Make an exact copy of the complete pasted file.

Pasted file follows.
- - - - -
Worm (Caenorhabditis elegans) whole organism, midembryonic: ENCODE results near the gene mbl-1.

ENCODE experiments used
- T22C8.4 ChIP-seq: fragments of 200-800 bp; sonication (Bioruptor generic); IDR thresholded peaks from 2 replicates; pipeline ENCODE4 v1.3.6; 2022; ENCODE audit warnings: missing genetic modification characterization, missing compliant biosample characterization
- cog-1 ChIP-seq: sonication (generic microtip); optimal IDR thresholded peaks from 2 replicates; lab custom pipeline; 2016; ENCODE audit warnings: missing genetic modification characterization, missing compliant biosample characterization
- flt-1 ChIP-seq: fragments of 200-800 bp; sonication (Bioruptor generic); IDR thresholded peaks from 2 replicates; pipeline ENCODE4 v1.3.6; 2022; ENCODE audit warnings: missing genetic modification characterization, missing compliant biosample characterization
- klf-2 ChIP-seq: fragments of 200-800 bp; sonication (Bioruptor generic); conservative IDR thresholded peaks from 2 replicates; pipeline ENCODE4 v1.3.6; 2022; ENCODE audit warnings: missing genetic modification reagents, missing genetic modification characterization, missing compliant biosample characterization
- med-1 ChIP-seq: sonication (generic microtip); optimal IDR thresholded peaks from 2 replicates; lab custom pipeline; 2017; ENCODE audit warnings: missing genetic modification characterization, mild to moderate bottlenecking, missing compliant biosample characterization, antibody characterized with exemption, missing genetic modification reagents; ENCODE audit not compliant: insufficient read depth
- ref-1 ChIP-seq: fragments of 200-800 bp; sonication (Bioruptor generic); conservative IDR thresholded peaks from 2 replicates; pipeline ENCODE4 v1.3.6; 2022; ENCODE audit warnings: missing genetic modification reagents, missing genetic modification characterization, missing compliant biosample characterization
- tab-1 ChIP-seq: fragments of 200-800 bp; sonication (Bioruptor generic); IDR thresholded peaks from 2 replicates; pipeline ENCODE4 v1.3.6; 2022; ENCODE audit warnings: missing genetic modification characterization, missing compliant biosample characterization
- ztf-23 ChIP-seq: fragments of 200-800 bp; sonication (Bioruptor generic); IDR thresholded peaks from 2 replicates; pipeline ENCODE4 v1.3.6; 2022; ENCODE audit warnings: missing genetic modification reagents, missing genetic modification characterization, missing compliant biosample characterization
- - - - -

Worm (Caenorhabditis elegans) whole organism, midembryonic: ENCODE results near the gene mbl-1.

ENCODE experiments used
- T22C8.4 ChIP-seq: fragments of 200-800 bp; sonication (Bioruptor generic); IDR thresholded peaks from 2 replicates; pipeline ENCODE4 v1.3.6; 2022; ENCODE audit warnings: missing genetic modification characterization, missing compliant biosample characterization
- cog-1 ChIP-seq: sonication (generic microtip); optimal IDR thresholded peaks from 2 replicates; lab custom pipeline; 2016; ENCODE audit warnings: missing genetic modification characterization, missing compliant biosample characterization
- flt-1 ChIP-seq: fragments of 200-800 bp; sonication (Bioruptor generic); IDR thresholded peaks from 2 replicates; pipeline ENCODE4 v1.3.6; 2022; ENCODE audit warnings: missing genetic modification characterization, missing compliant biosample characterization
- klf-2 ChIP-seq: fragments of 200-800 bp; sonication (Bioruptor generic); conservative IDR thresholded peaks from 2 replicates; pipeline ENCODE4 v1.3.6; 2022; ENCODE audit warnings: missing genetic modification reagents, missing genetic modification characterization, missing compliant biosample characterization
- med-1 ChIP-seq: sonication (generic microtip); optimal IDR thresholded peaks from 2 replicates; lab custom pipeline; 2017; ENCODE audit warnings: missing genetic modification characterization, mild to moderate bottlenecking, missing compliant biosample characterization, antibody characterized with exemption, missing genetic modification reagents; ENCODE audit not compliant: insufficient read depth
- ref-1 ChIP-seq: fragments of 200-800 bp; sonication (Bioruptor generic); conservative IDR thresholded peaks from 2 replicates; pipeline ENCODE4 v1.3.6; 2022; ENCODE audit warnings: missing genetic modification reagents, missing genetic modification characterization, missing compliant biosample characterization
- tab-1 ChIP-seq: fragments of 200-800 bp; sonication (Bioruptor generic); IDR thresholded peaks from 2 replicates; pipeline ENCODE4 v1.3.6; 2022; ENCODE audit warnings: missing genetic modification characterization, missing compliant biosample characterization
- ztf-23 ChIP-seq: fragments of 200-800 bp; sonication (Bioruptor generic); IDR thresholded peaks from 2 replicates; pipeline ENCODE4 v1.3.6; 2022; ENCODE audit warnings: missing genetic modification reagents, missing genetic modification characterization, missing compliant biosample characterization